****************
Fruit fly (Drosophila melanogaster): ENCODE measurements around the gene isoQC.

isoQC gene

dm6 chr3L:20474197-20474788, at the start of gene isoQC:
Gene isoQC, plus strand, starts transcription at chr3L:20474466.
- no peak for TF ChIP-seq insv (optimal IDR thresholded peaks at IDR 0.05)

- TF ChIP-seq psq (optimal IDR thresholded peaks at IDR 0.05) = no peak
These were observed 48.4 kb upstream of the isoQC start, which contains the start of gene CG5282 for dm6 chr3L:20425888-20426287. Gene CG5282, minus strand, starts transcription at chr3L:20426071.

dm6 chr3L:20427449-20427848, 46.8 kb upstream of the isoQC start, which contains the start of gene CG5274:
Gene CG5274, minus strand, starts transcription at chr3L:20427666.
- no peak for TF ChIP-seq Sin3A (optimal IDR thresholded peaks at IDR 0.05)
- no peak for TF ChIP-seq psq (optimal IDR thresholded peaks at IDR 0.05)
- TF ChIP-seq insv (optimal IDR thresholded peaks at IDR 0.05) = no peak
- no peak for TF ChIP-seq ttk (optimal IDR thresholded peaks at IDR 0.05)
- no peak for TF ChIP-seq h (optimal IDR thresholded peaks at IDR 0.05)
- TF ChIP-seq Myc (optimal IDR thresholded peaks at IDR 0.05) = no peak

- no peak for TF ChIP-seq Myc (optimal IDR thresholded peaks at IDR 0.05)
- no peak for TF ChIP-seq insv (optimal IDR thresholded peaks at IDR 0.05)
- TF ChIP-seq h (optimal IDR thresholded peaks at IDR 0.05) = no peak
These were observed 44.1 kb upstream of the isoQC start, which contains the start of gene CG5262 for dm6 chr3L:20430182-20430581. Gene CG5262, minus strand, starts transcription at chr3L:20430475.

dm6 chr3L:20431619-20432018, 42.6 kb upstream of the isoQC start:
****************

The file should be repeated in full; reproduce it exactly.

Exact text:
Fruit fly (Drosophila melanogaster): ENCODE measurements around the gene isoQC.

isoQC gene

dm6 chr3L:20474197-20474788, at the start of gene isoQC:
Gene isoQC, plus strand, starts transcription at chr3L:20474466.
- no peak for TF ChIP-seq insv (optimal IDR thresholded peaks at IDR 0.05)

- TF ChIP-seq psq (optimal IDR thresholded peaks at IDR 0.05) = no peak
These were observed 48.4 kb upstream of the isoQC start, which contains the start of gene CG5282 for dm6 chr3L:20425888-20426287. Gene CG5282, minus strand, starts transcription at chr3L:20426071.

dm6 chr3L:20427449-20427848, 46.8 kb upstream of the isoQC start, which contains the start of gene CG5274:
Gene CG5274, minus strand, starts transcription at chr3L:20427666.
- no peak for TF ChIP-seq Sin3A (optimal IDR thresholded peaks at IDR 0.05)
- no peak for TF ChIP-seq psq (optimal IDR thresholded peaks at IDR 0.05)
- TF ChIP-seq insv (optimal IDR thresholded peaks at IDR 0.05) = no peak
- no peak for TF ChIP-seq ttk (optimal IDR thresholded peaks at IDR 0.05)
- no peak for TF ChIP-seq h (optimal IDR thresholded peaks at IDR 0.05)
- TF ChIP-seq Myc (optimal IDR thresholded peaks at IDR 0.05) = no peak

- no peak for TF ChIP-seq Myc (optimal IDR thresholded peaks at IDR 0.05)
- no peak for TF ChIP-seq insv (optimal IDR thresholded peaks at IDR 0.05)
- TF ChIP-seq h (optimal IDR thresholded peaks at IDR 0.05) = no peak
These were observed 44.1 kb upstream of the isoQC start, which contains the start of gene CG5262 for dm6 chr3L:20430182-20430581. Gene CG5262, minus strand, starts transcription at chr3L:20430475.

dm6 chr3L:20431619-20432018, 42.6 kb upstream of the isoQC start: